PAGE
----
I couldn't help but giggle last Friday when I saw the news reports of a Citigroup (NYSE:C) analyst suggesting that General Electric (NYSE:GE) be broken up to realize greater value.

The first reason I laughed is because Citigroup itself is widely considered one of the best candidates for a breakup. Over the past five years, Citigroup has failed to crack a 1.4% return on assets or a 19% return on equity. Premier financial services firms generally clear both of these hurdles. This line of thought is a bit amusing, but not really important, because the Citi analyst's job is to evaluate his universe of companies, including GE. What Citi is up to is a separate item.

So what about breaking up GE? It sounds like one of those ideas that makes sense on the surface, considering that certain parts of the company are certainly growing faster than others. However, this is a part of the GE strategy: a combination of fast growers and cash cows that provide a balance. Plus, it's not like GE hasn't shown a willingness to cast aside businesses that no longer fit the mold and can't be counted on as growth opportunities or reliable generators of cash. The most recent example is the company's plastics business.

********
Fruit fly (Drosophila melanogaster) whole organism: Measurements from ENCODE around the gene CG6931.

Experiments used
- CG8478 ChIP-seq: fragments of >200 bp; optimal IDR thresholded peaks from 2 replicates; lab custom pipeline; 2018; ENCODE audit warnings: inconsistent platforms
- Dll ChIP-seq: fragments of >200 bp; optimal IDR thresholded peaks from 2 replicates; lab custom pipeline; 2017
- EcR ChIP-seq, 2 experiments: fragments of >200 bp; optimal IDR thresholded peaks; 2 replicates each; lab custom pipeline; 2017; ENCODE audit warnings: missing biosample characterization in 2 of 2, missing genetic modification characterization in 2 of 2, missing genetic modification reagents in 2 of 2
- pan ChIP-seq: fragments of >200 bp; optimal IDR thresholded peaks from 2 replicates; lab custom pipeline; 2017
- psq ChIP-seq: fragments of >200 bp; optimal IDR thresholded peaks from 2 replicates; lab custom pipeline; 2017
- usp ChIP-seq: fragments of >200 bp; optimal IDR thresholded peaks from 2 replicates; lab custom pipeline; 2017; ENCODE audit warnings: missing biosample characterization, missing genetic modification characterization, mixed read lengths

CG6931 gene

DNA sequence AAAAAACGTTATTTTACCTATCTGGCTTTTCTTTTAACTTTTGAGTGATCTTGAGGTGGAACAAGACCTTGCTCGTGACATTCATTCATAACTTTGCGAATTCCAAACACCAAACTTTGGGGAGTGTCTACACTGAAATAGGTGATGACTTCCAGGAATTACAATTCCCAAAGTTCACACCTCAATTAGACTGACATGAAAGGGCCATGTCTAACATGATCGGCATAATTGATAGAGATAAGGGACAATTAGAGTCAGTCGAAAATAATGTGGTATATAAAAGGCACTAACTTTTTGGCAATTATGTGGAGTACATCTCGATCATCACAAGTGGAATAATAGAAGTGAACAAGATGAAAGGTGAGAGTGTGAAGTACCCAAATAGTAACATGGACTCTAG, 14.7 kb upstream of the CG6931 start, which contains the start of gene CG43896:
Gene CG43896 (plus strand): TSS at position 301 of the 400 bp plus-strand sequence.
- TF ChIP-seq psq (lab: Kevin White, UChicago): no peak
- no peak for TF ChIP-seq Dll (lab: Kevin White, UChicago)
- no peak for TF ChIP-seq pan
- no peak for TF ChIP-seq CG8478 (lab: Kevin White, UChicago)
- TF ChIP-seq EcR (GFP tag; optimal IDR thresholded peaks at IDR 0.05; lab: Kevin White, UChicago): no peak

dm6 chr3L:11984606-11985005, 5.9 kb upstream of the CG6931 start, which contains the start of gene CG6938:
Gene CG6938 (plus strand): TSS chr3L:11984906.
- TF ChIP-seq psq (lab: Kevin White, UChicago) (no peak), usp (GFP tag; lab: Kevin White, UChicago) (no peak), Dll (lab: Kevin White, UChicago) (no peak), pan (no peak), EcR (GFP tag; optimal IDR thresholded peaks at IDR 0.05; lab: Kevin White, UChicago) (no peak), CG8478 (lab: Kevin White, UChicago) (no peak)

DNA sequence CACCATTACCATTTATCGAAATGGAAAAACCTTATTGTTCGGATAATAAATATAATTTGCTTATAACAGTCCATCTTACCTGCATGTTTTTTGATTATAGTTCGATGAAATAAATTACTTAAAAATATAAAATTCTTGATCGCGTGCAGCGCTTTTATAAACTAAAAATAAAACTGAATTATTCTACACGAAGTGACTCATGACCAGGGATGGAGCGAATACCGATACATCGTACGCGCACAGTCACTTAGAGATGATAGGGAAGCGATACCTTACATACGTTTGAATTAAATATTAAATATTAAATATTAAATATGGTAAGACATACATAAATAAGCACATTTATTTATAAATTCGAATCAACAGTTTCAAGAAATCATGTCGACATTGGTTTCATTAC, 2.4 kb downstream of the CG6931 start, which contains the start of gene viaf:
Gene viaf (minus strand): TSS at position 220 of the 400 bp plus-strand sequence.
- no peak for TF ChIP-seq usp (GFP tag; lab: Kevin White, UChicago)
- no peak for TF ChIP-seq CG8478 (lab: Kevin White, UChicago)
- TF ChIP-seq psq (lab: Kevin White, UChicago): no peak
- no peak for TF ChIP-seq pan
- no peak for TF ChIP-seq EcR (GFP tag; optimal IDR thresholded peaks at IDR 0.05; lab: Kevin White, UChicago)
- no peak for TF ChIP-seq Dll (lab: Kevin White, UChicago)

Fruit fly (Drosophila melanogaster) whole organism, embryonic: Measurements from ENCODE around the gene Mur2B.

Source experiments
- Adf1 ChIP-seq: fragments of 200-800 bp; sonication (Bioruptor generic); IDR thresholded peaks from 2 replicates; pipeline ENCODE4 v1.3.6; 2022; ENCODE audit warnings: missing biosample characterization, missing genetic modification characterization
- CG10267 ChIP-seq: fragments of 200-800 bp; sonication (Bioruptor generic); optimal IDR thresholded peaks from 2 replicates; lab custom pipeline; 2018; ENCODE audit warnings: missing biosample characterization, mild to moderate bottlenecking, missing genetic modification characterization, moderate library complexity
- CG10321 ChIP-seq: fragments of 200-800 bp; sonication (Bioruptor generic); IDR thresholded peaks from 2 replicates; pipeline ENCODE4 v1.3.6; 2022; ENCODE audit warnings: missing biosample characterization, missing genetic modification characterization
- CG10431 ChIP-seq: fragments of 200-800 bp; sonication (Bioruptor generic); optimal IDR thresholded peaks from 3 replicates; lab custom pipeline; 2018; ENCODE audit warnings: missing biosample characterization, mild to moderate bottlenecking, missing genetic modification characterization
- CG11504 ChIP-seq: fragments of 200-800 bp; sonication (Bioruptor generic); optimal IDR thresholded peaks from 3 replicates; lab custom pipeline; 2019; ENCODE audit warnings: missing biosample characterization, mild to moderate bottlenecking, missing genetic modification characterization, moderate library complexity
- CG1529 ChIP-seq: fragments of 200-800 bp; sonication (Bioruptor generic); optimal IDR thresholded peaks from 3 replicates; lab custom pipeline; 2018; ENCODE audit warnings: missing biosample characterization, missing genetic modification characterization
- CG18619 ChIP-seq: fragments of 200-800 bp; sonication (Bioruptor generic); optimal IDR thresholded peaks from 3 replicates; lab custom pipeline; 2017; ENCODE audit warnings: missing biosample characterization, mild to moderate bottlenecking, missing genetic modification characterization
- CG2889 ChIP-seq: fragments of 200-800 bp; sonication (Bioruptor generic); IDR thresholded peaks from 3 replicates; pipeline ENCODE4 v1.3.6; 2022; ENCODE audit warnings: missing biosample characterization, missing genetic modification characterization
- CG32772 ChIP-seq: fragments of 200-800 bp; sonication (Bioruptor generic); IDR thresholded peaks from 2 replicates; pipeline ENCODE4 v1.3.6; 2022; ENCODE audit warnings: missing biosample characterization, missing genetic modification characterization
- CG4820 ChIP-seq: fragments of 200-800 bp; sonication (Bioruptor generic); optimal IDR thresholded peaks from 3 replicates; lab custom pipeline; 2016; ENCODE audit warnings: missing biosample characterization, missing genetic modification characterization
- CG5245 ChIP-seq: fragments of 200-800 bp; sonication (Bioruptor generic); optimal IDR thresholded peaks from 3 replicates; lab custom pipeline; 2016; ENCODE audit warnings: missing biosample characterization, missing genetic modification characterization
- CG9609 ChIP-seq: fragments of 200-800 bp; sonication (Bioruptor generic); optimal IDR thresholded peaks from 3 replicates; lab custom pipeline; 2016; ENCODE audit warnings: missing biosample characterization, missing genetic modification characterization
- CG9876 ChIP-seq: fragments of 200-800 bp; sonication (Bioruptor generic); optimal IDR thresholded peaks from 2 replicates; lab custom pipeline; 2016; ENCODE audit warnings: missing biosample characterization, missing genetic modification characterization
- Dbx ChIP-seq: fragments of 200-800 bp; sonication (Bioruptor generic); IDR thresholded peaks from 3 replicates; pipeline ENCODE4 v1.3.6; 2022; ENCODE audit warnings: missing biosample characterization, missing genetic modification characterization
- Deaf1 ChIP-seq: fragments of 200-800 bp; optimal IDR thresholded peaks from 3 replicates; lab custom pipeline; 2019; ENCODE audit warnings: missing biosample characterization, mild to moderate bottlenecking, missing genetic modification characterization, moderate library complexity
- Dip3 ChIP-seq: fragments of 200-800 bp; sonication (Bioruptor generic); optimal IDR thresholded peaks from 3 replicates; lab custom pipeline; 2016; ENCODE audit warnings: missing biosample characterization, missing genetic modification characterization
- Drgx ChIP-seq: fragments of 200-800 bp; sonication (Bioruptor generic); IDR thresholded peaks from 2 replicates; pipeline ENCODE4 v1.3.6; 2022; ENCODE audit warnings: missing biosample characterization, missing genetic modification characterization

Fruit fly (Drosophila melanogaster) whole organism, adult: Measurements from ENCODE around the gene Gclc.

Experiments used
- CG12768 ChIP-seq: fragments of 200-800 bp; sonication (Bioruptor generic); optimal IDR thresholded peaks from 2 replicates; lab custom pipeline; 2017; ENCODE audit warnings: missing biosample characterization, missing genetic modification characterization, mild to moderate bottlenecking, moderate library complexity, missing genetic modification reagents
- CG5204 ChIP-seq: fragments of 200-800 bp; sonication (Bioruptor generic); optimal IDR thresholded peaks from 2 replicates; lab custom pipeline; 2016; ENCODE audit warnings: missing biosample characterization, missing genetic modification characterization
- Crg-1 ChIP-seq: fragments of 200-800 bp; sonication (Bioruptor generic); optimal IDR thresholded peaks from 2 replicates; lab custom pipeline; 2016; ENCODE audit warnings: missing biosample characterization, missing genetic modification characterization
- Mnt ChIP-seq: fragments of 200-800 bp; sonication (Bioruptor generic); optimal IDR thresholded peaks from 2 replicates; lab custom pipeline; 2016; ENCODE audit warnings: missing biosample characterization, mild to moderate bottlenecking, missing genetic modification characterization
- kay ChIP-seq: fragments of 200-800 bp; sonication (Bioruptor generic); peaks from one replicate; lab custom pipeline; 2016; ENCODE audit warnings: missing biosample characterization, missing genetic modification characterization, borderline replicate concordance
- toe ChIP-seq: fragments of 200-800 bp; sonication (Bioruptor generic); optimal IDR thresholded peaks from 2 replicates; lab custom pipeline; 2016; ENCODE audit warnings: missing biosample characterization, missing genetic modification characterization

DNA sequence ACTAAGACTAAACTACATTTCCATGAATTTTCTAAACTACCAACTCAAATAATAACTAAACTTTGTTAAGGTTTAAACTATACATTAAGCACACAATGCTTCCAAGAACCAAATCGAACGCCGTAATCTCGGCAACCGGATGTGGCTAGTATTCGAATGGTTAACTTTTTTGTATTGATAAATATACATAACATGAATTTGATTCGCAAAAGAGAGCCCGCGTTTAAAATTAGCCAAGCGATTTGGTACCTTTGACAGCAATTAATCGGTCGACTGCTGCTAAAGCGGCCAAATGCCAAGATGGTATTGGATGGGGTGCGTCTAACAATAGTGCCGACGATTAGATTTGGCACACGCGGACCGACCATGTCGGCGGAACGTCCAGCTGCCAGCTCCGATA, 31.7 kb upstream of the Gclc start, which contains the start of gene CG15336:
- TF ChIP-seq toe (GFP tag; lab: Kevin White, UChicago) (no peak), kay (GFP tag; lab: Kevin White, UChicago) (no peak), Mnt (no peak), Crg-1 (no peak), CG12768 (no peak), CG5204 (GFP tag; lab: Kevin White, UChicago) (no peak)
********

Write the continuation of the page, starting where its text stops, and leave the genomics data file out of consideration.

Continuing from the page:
GE isn't a simple business for most investors to understand and properly evaluate because of its diversity. But this diversity also allows GE to be so reliable. Breaking up GE now might deliver some additional funds to shareholders, but what happens to a more cyclical business in the next downturn when it doesn't have the financial strength of its non-cyclical brethren to fall back on?

Of all the conglomerates, GE and, I'd have to say, United Technologies (NYSE:UTX) have done the best at managing their inherit complexity to create value and balance the strengths of different businesses. While some shareholders may be frustrated with GE's stock price the past few years, that's more about a ridiculous valuation assigned to the company in 2000 than any operational missteps. Permanently removing the strength the company has built over the years in its current form for a potential short-term gain doesn't sound like the right move to me.

Nathan Parmelee has no interest in any of the companies mentioned. The Motley Fool has an ironclad disclosure policy.